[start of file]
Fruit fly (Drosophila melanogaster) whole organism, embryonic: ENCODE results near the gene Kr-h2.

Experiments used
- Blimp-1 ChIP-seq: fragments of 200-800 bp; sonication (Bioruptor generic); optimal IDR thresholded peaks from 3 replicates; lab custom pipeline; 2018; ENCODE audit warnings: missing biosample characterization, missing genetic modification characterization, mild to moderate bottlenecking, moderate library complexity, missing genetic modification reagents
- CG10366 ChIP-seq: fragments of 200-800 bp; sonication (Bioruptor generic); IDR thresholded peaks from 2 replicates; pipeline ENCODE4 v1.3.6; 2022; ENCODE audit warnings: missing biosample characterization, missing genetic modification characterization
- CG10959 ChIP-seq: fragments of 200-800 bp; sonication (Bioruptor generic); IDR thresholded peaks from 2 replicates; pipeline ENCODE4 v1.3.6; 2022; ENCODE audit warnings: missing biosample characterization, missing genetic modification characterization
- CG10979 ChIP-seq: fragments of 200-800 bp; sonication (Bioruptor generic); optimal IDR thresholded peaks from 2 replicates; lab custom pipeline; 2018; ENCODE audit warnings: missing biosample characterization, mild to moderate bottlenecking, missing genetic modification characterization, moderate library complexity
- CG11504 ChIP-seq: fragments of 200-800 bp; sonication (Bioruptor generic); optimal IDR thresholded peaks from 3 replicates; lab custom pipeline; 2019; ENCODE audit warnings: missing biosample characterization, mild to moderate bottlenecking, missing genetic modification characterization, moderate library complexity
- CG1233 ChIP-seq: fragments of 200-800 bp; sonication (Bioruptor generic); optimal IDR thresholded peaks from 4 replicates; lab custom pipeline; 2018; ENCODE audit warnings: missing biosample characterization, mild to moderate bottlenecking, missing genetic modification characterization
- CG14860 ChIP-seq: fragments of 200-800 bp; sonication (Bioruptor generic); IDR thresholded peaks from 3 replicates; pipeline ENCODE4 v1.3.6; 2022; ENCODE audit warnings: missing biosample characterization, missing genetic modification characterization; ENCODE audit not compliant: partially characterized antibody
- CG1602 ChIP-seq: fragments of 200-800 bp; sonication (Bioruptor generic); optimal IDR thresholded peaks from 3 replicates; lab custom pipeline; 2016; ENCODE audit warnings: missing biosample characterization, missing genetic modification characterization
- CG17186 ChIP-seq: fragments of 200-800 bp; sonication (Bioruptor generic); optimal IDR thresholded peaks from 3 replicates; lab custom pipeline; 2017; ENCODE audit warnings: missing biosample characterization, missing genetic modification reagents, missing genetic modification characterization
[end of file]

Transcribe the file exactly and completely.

Fruit fly (Drosophila melanogaster) whole organism, embryonic: ENCODE results near the gene Kr-h2.

Experiments used
- Blimp-1 ChIP-seq: fragments of 200-800 bp; sonication (Bioruptor generic); optimal IDR thresholded peaks from 3 replicates; lab custom pipeline; 2018; ENCODE audit warnings: missing biosample characterization, missing genetic modification characterization, mild to moderate bottlenecking, moderate library complexity, missing genetic modification reagents
- CG10366 ChIP-seq: fragments of 200-800 bp; sonication (Bioruptor generic); IDR thresholded peaks from 2 replicates; pipeline ENCODE4 v1.3.6; 2022; ENCODE audit warnings: missing biosample characterization, missing genetic modification characterization
- CG10959 ChIP-seq: fragments of 200-800 bp; sonication (Bioruptor generic); IDR thresholded peaks from 2 replicates; pipeline ENCODE4 v1.3.6; 2022; ENCODE audit warnings: missing biosample characterization, missing genetic modification characterization
- CG10979 ChIP-seq: fragments of 200-800 bp; sonication (Bioruptor generic); optimal IDR thresholded peaks from 2 replicates; lab custom pipeline; 2018; ENCODE audit warnings: missing biosample characterization, mild to moderate bottlenecking, missing genetic modification characterization, moderate library complexity
- CG11504 ChIP-seq: fragments of 200-800 bp; sonication (Bioruptor generic); optimal IDR thresholded peaks from 3 replicates; lab custom pipeline; 2019; ENCODE audit warnings: missing biosample characterization, mild to moderate bottlenecking, missing genetic modification characterization, moderate library complexity
- CG1233 ChIP-seq: fragments of 200-800 bp; sonication (Bioruptor generic); optimal IDR thresholded peaks from 4 replicates; lab custom pipeline; 2018; ENCODE audit warnings: missing biosample characterization, mild to moderate bottlenecking, missing genetic modification characterization
- CG14860 ChIP-seq: fragments of 200-800 bp; sonication (Bioruptor generic); IDR thresholded peaks from 3 replicates; pipeline ENCODE4 v1.3.6; 2022; ENCODE audit warnings: missing biosample characterization, missing genetic modification characterization; ENCODE audit not compliant: partially characterized antibody
- CG1602 ChIP-seq: fragments of 200-800 bp; sonication (Bioruptor generic); optimal IDR thresholded peaks from 3 replicates; lab custom pipeline; 2016; ENCODE audit warnings: missing biosample characterization, missing genetic modification characterization
- CG17186 ChIP-seq: fragments of 200-800 bp; sonication (Bioruptor generic); optimal IDR thresholded peaks from 3 replicates; lab custom pipeline; 2017; ENCODE audit warnings: missing biosample characterization, missing genetic modification reagents, missing genetic modification characterization